Red Brick Daily
You have to give up your original citizenship before you can become a national of the Republic of China (Taiwan).
So imagine this scenario: a woman from China marries a Taiwanese man — let’s assume both sides had honorable intentions entering the marriage.
After five years the woman has met the requirements to become an ROC national, gives up her PRC passport and becomes “Taiwanese.” .
Years pass and relationships goes south — they separate. The husband, being a bit of a jerk, comes up with a ‘clever’ plan to get the last word: he goes down to the courthouse and “turns himself in” … claiming that all along his marriage was fake, and she had been using him for a visa and eventual citizenship.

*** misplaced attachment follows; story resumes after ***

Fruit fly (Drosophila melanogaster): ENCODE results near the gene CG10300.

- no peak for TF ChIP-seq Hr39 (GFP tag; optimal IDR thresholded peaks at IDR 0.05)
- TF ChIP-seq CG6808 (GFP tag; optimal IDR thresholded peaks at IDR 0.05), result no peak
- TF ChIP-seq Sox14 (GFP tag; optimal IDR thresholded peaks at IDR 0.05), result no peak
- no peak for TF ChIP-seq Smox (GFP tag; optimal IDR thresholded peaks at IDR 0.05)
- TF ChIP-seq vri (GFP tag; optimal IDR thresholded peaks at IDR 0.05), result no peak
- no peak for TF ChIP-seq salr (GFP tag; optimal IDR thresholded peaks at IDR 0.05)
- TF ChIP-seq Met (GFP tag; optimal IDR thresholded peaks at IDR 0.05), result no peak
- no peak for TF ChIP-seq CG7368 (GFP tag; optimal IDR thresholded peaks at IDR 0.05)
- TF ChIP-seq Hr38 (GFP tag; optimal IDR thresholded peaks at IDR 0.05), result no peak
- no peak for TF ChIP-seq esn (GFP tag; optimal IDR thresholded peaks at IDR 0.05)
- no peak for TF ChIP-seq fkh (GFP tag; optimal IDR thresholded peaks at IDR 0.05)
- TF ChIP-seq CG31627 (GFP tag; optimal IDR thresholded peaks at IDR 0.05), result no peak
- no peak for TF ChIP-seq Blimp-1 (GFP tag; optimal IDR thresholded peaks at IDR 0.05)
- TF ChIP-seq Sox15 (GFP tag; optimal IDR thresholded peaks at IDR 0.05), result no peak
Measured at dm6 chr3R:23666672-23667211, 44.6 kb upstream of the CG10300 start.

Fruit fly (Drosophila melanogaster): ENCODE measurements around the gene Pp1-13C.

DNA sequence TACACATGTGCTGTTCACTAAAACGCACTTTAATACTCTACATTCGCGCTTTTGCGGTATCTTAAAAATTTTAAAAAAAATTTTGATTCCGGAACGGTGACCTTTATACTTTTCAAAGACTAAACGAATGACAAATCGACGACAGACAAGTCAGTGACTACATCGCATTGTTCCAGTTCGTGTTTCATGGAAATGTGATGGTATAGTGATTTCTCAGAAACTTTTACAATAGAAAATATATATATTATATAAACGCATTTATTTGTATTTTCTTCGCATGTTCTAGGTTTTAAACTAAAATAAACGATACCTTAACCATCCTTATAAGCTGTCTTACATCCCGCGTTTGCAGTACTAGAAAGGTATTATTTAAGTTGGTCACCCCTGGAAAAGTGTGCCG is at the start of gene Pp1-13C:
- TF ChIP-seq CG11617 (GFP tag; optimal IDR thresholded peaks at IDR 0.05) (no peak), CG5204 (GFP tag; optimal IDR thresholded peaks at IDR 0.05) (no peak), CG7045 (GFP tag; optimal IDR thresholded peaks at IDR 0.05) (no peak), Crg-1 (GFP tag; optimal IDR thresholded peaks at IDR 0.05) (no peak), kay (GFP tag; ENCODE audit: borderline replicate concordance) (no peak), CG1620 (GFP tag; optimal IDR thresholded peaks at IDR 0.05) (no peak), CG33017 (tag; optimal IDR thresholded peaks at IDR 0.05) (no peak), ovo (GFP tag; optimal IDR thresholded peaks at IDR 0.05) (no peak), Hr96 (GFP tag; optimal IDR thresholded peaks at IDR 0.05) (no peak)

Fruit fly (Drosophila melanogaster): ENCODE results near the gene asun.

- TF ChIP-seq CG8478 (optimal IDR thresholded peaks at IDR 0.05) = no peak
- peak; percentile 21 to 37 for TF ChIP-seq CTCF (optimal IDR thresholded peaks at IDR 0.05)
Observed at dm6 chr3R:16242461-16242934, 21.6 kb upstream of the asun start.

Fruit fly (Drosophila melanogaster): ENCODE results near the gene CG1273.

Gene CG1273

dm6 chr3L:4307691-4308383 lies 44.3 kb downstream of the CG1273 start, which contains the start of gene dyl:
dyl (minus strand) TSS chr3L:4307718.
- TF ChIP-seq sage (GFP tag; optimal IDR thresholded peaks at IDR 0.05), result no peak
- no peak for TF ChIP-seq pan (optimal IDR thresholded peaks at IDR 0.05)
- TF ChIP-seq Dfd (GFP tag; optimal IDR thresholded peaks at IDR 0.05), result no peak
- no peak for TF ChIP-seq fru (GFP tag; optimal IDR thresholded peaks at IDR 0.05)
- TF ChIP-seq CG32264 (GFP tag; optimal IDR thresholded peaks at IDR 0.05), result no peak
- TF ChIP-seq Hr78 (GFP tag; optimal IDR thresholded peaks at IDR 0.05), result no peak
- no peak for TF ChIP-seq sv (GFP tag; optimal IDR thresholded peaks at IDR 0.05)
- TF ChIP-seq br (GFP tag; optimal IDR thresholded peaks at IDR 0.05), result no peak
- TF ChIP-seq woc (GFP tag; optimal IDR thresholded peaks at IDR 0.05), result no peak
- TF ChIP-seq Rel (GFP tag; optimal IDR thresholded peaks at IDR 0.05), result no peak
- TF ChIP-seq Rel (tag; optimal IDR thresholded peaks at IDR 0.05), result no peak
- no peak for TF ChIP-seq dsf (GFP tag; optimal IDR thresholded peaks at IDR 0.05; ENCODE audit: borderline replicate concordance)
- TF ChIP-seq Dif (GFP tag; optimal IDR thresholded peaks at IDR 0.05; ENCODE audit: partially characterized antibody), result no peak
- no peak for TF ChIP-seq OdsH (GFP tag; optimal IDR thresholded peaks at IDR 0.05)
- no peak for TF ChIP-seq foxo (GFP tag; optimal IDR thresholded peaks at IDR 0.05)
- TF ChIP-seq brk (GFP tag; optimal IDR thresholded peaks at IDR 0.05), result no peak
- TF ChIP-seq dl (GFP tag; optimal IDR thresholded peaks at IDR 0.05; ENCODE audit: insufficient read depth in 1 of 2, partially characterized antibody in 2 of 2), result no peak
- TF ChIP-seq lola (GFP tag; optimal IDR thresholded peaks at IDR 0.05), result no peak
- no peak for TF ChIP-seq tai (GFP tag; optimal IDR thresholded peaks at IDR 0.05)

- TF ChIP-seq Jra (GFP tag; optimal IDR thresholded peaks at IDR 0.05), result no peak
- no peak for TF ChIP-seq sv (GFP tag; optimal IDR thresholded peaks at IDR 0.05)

Such a confession at this point in Taiwanese law would be invalid … as the statute of limitations would have passed.
However, under new amendments proposed by the legislature, the five-year time limit to report the acquisition of ROC citizenship acquired through a fake marriage would be lifted.
Rights activists are denouncing the idea … saying it will result in vindictive — generally husbands — “turning in” their foreign wives as revenge for a marriage turned sour.
For the husband, “turning himself in” or having someone deliberately report on him … could result in a three-month jail term … but that almost never happens and the general outcome is a fine.
(Of course, not all marriages involve a Taiwanese husband and foreign spouse, but this is the most common pairing)
For the now-ex-wife however, she has become stateless. She is now illegal in Taiwan, without rights, social benefits, the ability to work and a passport to leave … “She becomes stateless and illegal at the same time,” said one of the activists.
It seems clear that Taiwan needs to consider the rights of foreign spouses without looking at them through the profiling assumption that the marriages are fake.